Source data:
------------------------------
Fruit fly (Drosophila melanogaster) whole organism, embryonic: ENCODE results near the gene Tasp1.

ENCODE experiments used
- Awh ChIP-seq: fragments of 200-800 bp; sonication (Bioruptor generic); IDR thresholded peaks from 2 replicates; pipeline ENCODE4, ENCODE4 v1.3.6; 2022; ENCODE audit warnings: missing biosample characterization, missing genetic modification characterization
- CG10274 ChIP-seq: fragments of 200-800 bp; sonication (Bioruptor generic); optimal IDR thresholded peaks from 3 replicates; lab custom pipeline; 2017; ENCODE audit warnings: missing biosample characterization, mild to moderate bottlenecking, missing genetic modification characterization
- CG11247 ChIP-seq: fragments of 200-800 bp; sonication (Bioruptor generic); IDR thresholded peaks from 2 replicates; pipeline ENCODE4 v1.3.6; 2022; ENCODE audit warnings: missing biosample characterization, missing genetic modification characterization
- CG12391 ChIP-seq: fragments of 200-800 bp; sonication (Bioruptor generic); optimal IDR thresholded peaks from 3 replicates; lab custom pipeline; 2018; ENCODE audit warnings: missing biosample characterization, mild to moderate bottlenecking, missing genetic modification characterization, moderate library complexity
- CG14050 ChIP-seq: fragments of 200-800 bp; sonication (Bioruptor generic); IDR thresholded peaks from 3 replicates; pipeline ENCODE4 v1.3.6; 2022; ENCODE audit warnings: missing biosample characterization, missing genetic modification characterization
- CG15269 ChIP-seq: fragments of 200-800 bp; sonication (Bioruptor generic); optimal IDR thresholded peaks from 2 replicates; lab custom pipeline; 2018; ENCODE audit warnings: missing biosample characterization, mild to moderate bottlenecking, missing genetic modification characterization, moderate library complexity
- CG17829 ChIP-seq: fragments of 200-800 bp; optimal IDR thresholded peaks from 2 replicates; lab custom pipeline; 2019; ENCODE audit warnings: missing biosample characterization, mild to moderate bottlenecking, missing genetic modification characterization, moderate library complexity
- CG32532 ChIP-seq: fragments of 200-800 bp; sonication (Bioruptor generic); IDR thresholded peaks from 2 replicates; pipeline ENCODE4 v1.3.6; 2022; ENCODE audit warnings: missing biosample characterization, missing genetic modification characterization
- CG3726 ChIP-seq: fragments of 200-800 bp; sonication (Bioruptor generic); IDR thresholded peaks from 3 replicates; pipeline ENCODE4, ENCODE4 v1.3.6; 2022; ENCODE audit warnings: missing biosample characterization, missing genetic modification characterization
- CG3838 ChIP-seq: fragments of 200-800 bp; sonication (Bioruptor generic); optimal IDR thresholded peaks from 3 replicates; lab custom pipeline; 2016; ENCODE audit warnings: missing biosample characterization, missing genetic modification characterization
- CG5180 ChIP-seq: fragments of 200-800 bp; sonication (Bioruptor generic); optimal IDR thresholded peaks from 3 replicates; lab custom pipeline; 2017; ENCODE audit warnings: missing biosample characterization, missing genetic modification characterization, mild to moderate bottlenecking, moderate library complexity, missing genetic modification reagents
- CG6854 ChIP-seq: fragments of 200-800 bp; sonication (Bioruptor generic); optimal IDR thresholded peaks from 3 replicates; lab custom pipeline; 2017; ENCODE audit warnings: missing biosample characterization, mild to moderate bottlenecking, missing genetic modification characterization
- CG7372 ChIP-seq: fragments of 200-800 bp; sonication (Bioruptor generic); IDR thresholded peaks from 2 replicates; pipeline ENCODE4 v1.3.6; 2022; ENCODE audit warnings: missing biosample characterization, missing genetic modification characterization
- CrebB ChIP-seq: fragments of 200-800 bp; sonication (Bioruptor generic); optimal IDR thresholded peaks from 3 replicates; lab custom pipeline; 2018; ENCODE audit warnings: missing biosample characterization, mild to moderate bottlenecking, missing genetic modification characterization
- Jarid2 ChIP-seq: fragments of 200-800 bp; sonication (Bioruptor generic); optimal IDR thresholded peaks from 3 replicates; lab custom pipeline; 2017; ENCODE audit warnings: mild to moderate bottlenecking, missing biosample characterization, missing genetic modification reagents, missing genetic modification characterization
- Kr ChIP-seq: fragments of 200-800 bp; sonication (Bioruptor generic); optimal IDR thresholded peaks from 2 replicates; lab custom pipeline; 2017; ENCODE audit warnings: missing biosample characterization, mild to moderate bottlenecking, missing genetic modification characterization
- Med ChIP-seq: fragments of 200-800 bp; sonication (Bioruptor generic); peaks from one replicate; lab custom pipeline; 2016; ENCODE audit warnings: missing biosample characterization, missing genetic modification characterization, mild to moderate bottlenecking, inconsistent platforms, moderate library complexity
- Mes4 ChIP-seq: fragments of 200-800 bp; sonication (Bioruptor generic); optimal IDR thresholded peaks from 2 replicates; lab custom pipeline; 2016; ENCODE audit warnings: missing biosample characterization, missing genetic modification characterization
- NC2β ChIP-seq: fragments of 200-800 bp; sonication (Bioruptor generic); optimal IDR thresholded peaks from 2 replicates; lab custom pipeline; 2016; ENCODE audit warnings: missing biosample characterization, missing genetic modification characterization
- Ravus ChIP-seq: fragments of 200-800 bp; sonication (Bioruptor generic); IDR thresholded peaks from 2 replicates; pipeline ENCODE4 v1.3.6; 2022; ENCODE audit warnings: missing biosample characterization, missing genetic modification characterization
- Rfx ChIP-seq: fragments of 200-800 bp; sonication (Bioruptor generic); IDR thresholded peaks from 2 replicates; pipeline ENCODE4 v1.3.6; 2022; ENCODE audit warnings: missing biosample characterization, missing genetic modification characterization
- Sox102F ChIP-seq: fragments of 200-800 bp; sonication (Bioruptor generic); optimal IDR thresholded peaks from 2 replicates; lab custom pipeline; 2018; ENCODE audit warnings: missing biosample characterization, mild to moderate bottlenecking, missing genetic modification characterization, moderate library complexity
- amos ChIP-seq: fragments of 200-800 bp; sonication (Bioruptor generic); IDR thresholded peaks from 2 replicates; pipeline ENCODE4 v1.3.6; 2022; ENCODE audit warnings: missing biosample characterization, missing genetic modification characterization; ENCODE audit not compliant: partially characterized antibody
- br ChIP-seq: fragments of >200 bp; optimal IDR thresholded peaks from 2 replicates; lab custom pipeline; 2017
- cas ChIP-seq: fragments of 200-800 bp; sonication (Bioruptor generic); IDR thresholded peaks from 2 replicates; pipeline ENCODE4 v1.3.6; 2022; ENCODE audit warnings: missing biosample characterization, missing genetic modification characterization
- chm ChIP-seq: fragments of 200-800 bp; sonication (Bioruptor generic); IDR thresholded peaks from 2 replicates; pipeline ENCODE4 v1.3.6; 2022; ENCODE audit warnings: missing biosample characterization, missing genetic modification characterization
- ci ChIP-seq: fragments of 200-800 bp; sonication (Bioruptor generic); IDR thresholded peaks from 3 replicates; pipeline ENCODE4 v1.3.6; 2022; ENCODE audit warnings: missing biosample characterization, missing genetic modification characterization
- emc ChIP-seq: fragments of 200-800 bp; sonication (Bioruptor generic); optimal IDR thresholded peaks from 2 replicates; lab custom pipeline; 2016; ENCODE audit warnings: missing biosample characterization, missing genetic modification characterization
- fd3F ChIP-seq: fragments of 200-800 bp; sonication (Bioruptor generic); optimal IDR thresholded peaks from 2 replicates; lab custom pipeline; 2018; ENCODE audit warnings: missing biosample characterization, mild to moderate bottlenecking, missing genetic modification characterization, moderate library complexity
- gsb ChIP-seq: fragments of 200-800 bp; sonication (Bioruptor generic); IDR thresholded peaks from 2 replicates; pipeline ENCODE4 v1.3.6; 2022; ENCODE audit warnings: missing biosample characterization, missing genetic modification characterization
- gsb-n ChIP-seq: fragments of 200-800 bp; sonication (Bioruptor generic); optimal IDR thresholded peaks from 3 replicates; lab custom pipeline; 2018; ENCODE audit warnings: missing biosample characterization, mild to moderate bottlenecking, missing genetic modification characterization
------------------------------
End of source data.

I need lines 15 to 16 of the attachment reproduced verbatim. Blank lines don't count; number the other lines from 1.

- CG7372 ChIP-seq: fragments of 200-800 bp; sonication (Bioruptor generic); IDR thresholded peaks from 2 replicates; pipeline ENCODE4 v1.3.6; 2022; ENCODE audit warnings: missing biosample characterization, missing genetic modification characterization
- CrebB ChIP-seq: fragments of 200-800 bp; sonication (Bioruptor generic); optimal IDR thresholded peaks from 3 replicates; lab custom pipeline; 2018; ENCODE audit warnings: missing biosample characterization, mild to moderate bottlenecking, missing genetic modification characterization